Put on the spot by a New York Herald Tribune reporter in the aftermath of one of his comic book titles having been banned by the Detroit Police Department, Magazine Enterprises editor Raymond C. Krank responded with surprising candor. “In spite of protests against crime comics,” Krank said, “the so-called harmless books just don’t sell.” It’s likely that Krank well understood he was playing with fire. Magazine Enterprises hadn’t bothered with the pretense that most other publishers used that the title in question was in reality pro-law enforcement (CRIME… Does Not Pay, for example) as the title of the comic banned in Detroit in 1948 got directly to the point: The Killers. Likewise, the Dick Ayers cover of Magazine Enterprises’ Manhunt #14, published in 1953 just as anti-comics sentiment was approaching fever pitch, contained elements certain to push the critics’ buttons: bondage and hypodermic needle use. There’s a copy of this fascinating example of 1950s comic book history in Manhunt #14 (Magazine Enterprises, 1953) CGC VG 4.0 Off-white to white pages available in this week’s 2021 June 27-28 Sunday & Monday Comic Books Select Auction #122126 session at Heritage Auctions.
We need to explain a little comic collecting inside baseball to understand why Manhunt #14 is a highly collected issue today. If you look closely at the CGC label and auction blurb of this issue as seen here below, you will note that it calls out the usage of the “hypodermic needle” and “bondage” elements of the cover. That’s because industry critics of that era, led by Fredric Wertham, had focused on the subjects that these elements represent. The hypodermic needle was of course symbolic of drug use, and as for bondage… I’ll let Wertham himself explain what he thought:
Psychiatrically speaking, this is nothing but the masturbation fantasy of a sadist, and it has a corresponding effect on boys. For girls, and those boys who identify themselves with the girl, it may become the starting-point for masochistic fantasies.
Wertham’s opinion aside, the cover represents a scene from the story “The Little Man Who wasn’t There” from Manhunt regular feature “Kirk of Scotland Yard.” In this story well drawn by Paul Parker, the villain of the tale intends to inject the woman with a shrinking formula that he has perfected, and as he explains to the poor woman, “You, my dear, when less than a foot high — will be put in a cage with — starving rats!”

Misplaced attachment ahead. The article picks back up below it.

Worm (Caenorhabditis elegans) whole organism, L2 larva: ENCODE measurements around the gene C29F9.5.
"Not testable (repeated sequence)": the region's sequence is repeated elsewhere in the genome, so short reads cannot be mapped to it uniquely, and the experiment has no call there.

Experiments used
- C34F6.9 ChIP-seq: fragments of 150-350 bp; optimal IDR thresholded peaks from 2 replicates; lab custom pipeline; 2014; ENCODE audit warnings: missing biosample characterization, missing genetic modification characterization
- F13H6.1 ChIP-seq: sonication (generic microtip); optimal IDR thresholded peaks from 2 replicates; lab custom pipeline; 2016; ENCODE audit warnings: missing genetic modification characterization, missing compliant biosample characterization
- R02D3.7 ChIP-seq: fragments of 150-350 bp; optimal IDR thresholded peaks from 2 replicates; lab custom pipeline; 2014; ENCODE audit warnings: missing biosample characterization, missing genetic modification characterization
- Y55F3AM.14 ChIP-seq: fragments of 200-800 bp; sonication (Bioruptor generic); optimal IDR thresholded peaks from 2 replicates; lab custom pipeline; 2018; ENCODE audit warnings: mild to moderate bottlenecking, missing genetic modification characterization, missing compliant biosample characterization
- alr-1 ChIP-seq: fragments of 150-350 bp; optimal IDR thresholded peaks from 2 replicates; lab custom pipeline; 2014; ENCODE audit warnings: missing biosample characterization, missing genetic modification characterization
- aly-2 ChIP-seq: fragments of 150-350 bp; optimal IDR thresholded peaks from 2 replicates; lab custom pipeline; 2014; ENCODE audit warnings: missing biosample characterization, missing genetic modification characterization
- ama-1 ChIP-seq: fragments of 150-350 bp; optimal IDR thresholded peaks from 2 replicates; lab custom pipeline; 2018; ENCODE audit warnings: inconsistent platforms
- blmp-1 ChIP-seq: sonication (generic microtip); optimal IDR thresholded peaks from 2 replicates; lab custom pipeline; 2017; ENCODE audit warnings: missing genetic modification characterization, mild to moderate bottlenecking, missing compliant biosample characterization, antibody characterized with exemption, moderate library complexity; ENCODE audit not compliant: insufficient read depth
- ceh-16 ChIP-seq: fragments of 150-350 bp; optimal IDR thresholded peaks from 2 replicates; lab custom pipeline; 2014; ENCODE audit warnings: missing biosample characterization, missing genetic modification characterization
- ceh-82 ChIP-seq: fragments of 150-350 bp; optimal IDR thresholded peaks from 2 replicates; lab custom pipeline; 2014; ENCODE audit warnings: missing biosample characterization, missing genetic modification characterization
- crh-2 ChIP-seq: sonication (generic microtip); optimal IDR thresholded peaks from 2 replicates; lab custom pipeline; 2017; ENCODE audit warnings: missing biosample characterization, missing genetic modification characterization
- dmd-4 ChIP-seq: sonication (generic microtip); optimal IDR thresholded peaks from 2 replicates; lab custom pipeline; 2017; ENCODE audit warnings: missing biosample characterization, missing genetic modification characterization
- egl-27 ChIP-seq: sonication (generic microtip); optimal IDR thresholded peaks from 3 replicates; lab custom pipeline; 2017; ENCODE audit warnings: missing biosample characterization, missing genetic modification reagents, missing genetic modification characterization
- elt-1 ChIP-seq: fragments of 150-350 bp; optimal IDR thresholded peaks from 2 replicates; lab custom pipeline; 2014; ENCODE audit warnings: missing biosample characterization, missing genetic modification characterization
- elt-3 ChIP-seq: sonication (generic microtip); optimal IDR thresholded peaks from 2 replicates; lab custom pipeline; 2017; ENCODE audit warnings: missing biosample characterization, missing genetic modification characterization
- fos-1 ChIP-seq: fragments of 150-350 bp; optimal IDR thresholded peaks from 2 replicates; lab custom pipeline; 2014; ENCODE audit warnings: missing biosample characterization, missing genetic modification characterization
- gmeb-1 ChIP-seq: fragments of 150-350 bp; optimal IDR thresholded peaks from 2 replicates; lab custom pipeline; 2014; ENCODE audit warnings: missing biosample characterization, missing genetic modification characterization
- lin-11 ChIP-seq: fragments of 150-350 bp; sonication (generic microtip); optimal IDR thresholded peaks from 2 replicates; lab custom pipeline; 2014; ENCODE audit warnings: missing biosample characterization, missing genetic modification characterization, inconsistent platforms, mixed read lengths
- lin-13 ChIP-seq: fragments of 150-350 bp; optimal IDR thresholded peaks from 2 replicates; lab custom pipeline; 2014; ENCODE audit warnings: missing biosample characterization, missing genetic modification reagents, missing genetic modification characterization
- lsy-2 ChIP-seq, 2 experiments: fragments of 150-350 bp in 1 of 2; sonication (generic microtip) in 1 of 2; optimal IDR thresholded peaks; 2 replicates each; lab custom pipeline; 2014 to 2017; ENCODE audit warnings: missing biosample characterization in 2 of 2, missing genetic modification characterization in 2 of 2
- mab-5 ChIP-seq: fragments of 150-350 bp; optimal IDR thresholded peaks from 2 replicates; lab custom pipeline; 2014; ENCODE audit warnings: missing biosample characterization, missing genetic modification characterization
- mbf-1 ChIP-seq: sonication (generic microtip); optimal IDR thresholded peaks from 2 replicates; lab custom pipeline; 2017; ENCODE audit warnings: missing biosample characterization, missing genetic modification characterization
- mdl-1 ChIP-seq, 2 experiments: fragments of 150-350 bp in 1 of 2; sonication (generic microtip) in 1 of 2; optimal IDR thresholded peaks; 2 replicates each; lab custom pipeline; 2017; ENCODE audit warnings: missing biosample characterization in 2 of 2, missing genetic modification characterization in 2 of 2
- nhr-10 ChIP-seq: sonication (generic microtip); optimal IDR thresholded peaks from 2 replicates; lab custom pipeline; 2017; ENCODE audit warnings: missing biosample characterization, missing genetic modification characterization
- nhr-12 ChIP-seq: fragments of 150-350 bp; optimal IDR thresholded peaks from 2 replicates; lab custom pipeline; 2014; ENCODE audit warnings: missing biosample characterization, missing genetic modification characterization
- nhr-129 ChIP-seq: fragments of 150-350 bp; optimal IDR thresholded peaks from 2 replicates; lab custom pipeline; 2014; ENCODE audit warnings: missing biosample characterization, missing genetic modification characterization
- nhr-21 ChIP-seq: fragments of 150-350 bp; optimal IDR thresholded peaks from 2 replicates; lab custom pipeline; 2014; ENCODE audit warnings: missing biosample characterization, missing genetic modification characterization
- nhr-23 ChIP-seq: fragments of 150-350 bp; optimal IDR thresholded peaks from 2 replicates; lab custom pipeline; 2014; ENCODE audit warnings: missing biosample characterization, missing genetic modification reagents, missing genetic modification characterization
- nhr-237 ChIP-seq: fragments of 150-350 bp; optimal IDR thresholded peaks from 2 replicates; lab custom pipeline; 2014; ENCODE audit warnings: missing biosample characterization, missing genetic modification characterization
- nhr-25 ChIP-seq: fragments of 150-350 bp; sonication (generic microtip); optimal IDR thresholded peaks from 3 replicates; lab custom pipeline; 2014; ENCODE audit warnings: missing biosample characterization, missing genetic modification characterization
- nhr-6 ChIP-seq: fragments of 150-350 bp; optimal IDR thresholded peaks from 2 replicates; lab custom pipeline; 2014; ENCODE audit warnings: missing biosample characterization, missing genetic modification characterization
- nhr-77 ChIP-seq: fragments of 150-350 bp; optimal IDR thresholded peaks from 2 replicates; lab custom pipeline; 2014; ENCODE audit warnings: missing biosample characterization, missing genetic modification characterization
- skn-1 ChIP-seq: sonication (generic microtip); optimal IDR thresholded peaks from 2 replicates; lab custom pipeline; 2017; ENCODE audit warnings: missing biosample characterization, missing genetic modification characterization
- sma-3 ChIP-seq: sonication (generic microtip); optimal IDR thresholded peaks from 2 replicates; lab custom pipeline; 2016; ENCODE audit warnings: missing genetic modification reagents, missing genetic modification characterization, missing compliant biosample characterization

Fortunately, Kirk of Scotland Yard saves the day before that can occur. Nevertheless, it’s certain that this cover or the scene it represents wouldn’t have been published after the institution of the Comics Code was instituted the next year. The code had specific language which prohibited “scenes of brutal torture, excessive and unnecessary knife, and gunplay, physical agony, gory and gruesome crime.”
Given Raymond C. Krank’s matter-of-fact handling of his 1948 controversy, one suspects that Magazine Enterprises knew that they were pushing the limits of the day with the cover of Manhunt #14. The Killers made a quick exit from the newsstand that year, and likewise, Manhunt effectively ended with this issue. The series re-emerged briefly the next year retitled as Red Fox.
It’s worth noting that Dick Ayers is well known for his Pre-Code covers of this era, but this cover has slipped below the radar of many collectors before recent years. Although that is changing, this comic is a tough get — there are only 27 universal entries for this issue on the CGC Census, none of them in high grade. But there’s a nicely-presenting example of 1950s comic book history in Manhunt #14 (Magazine Enterprises, 1953) CGC VG 4.0 Off-white to white pages available in this week’s 2021 June 27-28 Sunday & Monday Comic Books Select Auction #122126 session at Heritage Auctions.
Manhunt #14 (Magazine Enterprises, 1953) CGC VG 4.0 Off-white to white pages. Bondage, hypodermic needle cover. L. B. Cole and Graham Ingels art. Also known as A-1 #77, this was the last issue of the title. Overstreet 2020 VG 4.0 value = $452. CGC census 6/21: 2 in 4.0, 15 higher.